A dissociate state of arousal may modify the components of sleep-wake behavior, consciousness, and also pain perception. ~ French psychiatrist Régis Lopez
Sleepwalkers present an intriguing paradox: although they suffer more headaches and migraines while awake, while sleepwalking they are unlikely to feel pain, even upon suffering physical injury. A 2015 study found that sleepwalkers were 4 times more likely than the general population to have a history of headaches, and 10 times more likely to report migraines; but among those who injured themselves during a sleepwalking episode, 79% perceived no pain at the time: remaining asleep despite hurting themselves.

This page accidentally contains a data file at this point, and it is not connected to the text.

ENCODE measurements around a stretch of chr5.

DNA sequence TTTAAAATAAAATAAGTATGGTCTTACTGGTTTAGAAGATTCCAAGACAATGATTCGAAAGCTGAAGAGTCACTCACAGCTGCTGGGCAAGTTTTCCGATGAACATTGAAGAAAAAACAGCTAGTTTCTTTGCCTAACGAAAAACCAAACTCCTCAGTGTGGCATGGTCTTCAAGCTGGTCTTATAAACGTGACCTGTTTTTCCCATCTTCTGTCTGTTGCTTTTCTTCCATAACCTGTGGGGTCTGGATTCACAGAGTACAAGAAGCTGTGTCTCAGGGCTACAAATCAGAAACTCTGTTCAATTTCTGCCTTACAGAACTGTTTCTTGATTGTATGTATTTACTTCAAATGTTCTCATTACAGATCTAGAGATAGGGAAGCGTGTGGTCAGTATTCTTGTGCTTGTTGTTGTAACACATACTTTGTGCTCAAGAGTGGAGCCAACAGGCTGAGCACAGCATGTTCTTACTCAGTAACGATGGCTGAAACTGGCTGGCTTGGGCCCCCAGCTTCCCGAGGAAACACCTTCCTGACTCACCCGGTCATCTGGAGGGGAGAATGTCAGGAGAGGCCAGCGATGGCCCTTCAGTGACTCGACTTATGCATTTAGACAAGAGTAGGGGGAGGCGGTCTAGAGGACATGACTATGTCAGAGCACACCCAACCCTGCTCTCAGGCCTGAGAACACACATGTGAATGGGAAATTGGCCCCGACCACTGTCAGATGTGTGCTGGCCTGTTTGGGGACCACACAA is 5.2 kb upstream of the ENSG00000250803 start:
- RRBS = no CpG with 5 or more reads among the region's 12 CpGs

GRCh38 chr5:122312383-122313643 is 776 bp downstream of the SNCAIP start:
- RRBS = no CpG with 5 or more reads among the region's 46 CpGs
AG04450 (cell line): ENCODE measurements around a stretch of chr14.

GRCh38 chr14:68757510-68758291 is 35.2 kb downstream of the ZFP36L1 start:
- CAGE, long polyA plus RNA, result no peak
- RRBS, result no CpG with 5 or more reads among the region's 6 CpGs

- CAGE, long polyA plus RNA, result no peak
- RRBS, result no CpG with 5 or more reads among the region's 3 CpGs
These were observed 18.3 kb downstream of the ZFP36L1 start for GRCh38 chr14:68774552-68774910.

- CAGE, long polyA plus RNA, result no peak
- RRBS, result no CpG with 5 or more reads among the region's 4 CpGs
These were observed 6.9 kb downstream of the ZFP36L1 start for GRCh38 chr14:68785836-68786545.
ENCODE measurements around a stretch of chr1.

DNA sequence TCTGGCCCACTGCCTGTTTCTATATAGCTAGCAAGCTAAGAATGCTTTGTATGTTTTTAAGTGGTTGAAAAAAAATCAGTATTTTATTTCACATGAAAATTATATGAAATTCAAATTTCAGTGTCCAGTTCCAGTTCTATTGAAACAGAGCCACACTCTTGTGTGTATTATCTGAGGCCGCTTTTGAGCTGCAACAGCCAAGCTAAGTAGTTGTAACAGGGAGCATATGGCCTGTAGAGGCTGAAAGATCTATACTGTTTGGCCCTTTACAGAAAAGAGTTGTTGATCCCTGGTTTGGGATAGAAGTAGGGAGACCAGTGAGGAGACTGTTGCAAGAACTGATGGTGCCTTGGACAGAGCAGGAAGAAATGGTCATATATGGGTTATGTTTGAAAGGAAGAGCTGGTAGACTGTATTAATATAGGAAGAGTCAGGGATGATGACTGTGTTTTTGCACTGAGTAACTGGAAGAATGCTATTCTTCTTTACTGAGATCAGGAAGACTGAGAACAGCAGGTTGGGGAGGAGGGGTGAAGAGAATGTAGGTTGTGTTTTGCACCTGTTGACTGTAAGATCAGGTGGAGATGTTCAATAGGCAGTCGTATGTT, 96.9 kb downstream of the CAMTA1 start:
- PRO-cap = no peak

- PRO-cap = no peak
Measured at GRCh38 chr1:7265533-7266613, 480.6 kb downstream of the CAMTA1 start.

One man sustained severe fractures after jumping out of a 3rd-floor window while sleepwalking but did not feel it until he woke up later in the night. Another broke his leg during a sleepwalking episode in which he climbed onto the roof of his house and fell; but he did not wake until morning.
It is hard to credit this happening if the brain were running the show. Only if an energy system manufactures physicality does this make any sense.